Pound Gains for Fifth Day Against Euro as May Survives to Fight
(Bloomberg) -- The British pound advanced as U.K. Prime Minister Theresa May survived a vote of no confidence in her government by a narrow margin.
The U.K. currency was poised for a fifth day of gains against the euro and was up against the dollar in New York afternoon trading Wednesday. The moves came after May, as expected, won a vote in the House of Commons brought on amid a bruising battle over plans for Britain’s exit from the European Union. The final tally was 325 votes to 306.
Wednesday’s motion of no-confidence was brought forward by the opposition Labour Party after May’s Brexit deal was rejected by more than 200 votes on Tuesday in an historic loss. With May successfully seeing off the immediate threat to her government, she now has to turn her attention to plan B, which could involve bringing the divorce deal back to another vote. She invited rival parties to start talks following the Wednesday vote.
Upcoming political initiatives “are likely to lean in the softer Brexit direction, which will favor a buy pound on dips strategy,” said Alan Ruskin, chief international strategist at Deutsche Bank AG. “But for the pound to push significantly higher, we will need to see signs that Theresa May’s offer to also work with the opposition is gaining some traction.”
Sterling gained 0.1 percent against the dollar to around 1.2876 in Wednesday trading. The euro slid 0.3 percent against the pound to around 88.48 pence and was on course for its longest losing streak against sterling since October.
The U.K. currency has weakened about 14 percent against the greenback since the result of the June 2016 Brexit referendum, and analysts in a Bloomberg survey see scope for a rally to $1.34 if a divorce deal is finally agreed on.
Here’s a selection of analyst views:
- The outcome of the parliamentary votes helps to minimize the worst-case Brexit outcome risk for the pound, said Richard Franulovich, the firm’s head of currency strategy in New York
- The currency market reaction to May’s survival was minimal because it was fairly clear beforehand that the premier had the numbers to win a confidence vote
- “Now she has to forge along and cobble together a plan” that will win the backing of Parliament, “and that means seeking concession where possible” from the European Union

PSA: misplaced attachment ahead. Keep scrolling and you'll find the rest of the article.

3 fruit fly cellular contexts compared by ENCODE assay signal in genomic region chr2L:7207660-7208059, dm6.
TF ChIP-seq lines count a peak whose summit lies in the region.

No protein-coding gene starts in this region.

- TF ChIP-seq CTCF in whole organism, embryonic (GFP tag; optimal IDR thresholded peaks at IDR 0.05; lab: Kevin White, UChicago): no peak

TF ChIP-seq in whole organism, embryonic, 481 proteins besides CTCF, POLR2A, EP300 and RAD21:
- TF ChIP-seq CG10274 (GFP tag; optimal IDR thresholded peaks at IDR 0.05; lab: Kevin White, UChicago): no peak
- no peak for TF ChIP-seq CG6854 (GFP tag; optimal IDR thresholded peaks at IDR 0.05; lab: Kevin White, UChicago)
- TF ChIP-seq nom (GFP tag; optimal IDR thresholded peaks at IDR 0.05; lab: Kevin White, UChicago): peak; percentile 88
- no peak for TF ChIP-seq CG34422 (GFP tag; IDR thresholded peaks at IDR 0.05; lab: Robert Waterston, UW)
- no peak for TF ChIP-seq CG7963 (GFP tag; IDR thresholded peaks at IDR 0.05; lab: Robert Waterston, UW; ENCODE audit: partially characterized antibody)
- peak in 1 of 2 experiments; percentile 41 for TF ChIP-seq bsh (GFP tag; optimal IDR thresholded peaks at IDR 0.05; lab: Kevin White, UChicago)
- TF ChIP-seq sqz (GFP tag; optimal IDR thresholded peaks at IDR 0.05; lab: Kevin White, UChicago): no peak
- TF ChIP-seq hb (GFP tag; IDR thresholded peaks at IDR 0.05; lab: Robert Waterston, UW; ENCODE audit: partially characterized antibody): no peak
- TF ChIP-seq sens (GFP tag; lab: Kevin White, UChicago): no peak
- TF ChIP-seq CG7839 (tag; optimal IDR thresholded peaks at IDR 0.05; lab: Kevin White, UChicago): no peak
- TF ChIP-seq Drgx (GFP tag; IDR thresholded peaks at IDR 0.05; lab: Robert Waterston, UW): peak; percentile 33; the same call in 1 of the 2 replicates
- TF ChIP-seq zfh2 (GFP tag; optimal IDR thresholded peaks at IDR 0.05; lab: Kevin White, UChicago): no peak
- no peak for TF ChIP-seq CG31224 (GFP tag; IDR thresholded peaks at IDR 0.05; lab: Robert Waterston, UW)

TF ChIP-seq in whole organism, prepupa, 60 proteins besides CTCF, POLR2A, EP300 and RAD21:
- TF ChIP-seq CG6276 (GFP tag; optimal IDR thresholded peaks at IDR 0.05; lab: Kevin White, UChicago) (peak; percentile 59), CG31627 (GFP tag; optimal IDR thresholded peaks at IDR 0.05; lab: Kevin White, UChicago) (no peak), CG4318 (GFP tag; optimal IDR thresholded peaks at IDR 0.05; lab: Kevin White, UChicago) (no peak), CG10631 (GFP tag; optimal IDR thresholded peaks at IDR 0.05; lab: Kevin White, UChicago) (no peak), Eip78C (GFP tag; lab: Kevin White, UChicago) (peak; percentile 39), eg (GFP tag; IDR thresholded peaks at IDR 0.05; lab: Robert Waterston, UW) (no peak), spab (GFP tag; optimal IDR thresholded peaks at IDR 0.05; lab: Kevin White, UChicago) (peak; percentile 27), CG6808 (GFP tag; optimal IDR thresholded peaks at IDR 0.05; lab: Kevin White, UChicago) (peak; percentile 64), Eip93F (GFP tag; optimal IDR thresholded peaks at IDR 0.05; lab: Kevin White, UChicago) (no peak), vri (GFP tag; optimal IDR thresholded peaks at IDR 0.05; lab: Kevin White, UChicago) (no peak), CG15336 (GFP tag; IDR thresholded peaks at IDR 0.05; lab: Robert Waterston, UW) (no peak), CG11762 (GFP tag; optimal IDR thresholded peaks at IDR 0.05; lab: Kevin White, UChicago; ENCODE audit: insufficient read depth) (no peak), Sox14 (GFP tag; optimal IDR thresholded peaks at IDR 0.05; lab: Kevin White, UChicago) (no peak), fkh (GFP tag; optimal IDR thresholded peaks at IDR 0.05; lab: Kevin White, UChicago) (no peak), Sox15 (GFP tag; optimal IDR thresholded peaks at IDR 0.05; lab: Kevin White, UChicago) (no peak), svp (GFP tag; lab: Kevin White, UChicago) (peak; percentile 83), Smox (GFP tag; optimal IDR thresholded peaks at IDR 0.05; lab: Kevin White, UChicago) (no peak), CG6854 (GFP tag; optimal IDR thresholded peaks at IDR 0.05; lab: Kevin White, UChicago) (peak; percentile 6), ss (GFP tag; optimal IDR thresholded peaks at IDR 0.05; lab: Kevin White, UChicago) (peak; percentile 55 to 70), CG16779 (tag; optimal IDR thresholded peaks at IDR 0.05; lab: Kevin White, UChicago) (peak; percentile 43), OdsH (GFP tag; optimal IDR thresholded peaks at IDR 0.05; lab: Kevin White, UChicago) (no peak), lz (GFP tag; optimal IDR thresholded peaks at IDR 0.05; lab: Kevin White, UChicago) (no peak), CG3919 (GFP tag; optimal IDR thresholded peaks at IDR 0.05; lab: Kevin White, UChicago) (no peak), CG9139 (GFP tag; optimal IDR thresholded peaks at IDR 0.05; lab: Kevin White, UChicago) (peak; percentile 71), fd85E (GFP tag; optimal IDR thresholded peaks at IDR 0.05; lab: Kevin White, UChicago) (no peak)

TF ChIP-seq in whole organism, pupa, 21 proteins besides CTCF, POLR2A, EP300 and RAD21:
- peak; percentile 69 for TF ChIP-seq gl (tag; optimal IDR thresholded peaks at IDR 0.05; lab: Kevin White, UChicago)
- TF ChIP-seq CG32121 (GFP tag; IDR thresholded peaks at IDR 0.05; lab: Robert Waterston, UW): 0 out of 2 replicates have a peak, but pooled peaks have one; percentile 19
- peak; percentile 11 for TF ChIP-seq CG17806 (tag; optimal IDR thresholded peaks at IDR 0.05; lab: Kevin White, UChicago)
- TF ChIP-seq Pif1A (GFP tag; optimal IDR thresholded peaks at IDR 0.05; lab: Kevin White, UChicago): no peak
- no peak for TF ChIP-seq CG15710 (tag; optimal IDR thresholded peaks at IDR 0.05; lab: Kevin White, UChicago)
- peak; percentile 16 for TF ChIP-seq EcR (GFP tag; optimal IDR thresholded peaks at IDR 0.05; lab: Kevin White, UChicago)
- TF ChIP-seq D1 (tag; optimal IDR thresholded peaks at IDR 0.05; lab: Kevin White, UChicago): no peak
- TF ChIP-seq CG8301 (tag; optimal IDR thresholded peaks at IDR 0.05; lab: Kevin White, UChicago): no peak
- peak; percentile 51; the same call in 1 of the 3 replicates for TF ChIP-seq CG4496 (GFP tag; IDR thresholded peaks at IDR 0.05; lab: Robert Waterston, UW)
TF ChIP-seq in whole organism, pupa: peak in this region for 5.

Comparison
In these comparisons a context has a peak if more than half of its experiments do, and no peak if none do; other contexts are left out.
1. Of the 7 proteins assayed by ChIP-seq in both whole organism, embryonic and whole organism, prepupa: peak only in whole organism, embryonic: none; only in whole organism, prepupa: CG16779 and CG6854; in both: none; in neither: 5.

- “Looking ahead we expect expectations for an extension of Article 50 to build, likely pre-conditioned on holding a second referendum,” said Parisha Saimbi, a rates strategist at BNP Paribas in London, referring to the treaty article that allows countries to quit the European Union, the associated March 29 deadline for Brexit negotiations and the prospect of another popular plebiscite on Brexit
- “We expect this should provide support to the pound, and hence we continue to favor long pound positioning, funded via the Swiss franc”
- BNP Paribas expects the pound to rise to $1.36 should a second referendum be announced
- Sterling is going to be largely confined to the $1.28-$1.2930 range over the next several days, according to Mazen Issa, senior FX strategist at TD
- Until there’s more clarity and the market is out of a wait-and-see moment, the pound would be “quite reluctant” to move otherwise, he said by phone
- The fact that May is having discussions take place across party lines is a positive for the pound
- “Current expectations are that a no-deal Brexit is less likely and that we may see Article 50 eventually extended,” Ed Moya, chief market strategist at Oanda, wrote in a note
Commonwealth Bank of Australia
- “We think it unlikely the EU will make any large concessions, but they now appear more willing than ever to bend on their strict ‘no negotiation’ stance,” Chief Currency Strategist Richard Grace wrote in a note to clients
- “The option of a second referendum has now increased” and if such a vote were called, CBA believes the pound would begin to appreciate versus the dollar because YouGov polls indicate a majority leaning towards remaining in the EU
©2019 Bloomberg L.P.